Sitting in the great ballroom, staff member Shawki Moussa, who works in housekeeping, explains how his father taught him his skills and how he is now passing on that knowledge to his son. He explains, “Back when I started, housekeeping was called supervision. We used to wear turbans and white Jalabyas, but when the hotel changed management, so did the uniforms.” He also explains that housekeeping means more than just cleaning the rooms and filling up the minibars. “The good housekeeper needs to be absolutely aware of the requests of the guests to give them the best experience,” Moussa says. He recalls, “Recently, I had a guest here and it was his birthday. I didn’t know that and I arranged a little decoration with flowers as I usually do on his bed. When he saw it, he was happy and didn’t know how anyone knew it was his birthday, and then his wife kissed him and pretended that she had arranged it and took all the credit!”
The Winter Palace has received many notable guests over the years, such as Agatha Christie, Margaret Thatcher, Al Gore, Hillary Clinton and many presidents. In December 2007, the president of France, Nicolas Sarkozy brought his then-girlfriend, Carla Bruni, along on a state visit. “I arranged a welcome note for them on their bed with flowers in the shape of a heart and they were very pleasantly surprised,” tells Moussa. "Mr. Sarkozy was very modest and well mannered," says another staff member. “At first, I didn’t really know who he was and stopped him from entering the restaurant in his casual outfit and he just turned around and left. Later his security detail informed me of who that man was.”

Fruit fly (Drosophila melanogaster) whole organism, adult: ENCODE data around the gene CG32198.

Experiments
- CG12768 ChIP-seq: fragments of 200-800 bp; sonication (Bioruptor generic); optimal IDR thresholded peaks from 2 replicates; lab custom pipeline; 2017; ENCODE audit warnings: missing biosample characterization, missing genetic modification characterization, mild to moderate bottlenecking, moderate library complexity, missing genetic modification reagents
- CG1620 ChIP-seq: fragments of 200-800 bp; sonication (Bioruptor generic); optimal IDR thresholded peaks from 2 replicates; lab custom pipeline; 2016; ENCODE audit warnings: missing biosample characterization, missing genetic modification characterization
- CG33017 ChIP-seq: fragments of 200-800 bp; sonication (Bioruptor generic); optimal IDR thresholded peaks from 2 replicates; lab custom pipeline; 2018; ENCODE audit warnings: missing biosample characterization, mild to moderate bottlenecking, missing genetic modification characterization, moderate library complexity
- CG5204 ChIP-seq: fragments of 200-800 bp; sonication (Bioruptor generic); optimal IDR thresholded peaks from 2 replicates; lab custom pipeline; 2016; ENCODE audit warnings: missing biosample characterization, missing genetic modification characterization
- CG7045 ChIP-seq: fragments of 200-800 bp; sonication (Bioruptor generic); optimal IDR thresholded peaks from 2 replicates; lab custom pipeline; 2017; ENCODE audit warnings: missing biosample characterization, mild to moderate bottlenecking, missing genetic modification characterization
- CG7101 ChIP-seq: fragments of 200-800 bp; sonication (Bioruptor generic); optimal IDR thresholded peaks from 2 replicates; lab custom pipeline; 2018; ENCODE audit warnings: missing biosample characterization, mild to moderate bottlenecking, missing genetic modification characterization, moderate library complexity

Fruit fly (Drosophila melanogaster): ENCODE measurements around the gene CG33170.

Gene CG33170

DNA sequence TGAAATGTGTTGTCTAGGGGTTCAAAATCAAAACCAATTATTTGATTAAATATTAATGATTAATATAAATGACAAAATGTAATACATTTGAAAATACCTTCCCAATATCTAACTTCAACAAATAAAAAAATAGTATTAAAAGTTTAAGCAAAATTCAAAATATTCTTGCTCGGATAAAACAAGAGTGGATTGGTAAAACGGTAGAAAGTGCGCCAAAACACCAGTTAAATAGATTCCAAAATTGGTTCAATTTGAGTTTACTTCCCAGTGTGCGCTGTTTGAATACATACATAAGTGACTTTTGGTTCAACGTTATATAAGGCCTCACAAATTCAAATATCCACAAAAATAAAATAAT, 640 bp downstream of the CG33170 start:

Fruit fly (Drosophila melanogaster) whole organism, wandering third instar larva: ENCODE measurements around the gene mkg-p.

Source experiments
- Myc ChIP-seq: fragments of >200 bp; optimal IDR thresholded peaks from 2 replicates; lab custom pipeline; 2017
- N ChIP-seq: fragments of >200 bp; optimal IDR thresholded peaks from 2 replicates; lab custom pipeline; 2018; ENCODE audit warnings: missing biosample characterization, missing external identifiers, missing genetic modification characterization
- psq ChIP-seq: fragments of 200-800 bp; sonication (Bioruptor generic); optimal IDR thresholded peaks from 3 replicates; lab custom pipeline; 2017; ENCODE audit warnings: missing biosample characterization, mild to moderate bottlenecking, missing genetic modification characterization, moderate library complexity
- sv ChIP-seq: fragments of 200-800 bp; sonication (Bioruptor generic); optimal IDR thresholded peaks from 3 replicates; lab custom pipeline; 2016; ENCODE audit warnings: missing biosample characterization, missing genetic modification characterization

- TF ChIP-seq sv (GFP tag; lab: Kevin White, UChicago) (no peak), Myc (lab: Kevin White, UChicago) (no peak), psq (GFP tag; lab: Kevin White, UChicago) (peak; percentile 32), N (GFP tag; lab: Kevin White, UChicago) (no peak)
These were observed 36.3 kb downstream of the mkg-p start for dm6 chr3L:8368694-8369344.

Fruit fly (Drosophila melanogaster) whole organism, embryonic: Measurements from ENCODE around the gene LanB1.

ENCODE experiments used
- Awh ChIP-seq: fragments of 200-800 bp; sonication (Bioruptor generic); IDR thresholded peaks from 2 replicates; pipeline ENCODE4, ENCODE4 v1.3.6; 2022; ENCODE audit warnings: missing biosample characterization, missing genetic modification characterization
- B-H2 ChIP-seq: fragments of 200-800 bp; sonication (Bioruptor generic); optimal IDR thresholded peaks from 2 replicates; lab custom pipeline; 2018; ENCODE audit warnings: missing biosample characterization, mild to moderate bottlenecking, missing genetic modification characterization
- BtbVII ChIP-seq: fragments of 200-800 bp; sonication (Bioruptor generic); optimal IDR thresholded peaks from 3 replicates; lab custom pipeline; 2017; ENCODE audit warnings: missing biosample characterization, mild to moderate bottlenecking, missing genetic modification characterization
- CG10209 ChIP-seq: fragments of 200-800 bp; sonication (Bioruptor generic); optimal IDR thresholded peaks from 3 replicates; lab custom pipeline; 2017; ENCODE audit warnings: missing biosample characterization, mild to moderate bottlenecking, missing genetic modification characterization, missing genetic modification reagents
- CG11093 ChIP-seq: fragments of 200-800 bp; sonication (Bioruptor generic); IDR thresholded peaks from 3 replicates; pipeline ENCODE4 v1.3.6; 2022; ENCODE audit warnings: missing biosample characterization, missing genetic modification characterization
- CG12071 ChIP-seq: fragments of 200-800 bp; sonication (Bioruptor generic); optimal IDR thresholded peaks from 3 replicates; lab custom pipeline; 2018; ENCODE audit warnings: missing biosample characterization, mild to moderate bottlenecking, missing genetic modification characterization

Different management over the years has tried to change the Palace to be attractive to the currents trends of the time. In 1975, the complex was expanded with the construction of the New Winter Palace. A modern tall concrete building, this 3-star expansion was demolished in 2008 to restore the overall classic appearance of the hotel.
Moussa clarifies that guests who come to the palace have the newest in their country, and that’s not what they want. “They want the old. They walk through these doors and feel as if they’re walking into a temple,” and that is the true luxury that is the Sofitel Winter Palace Hotel.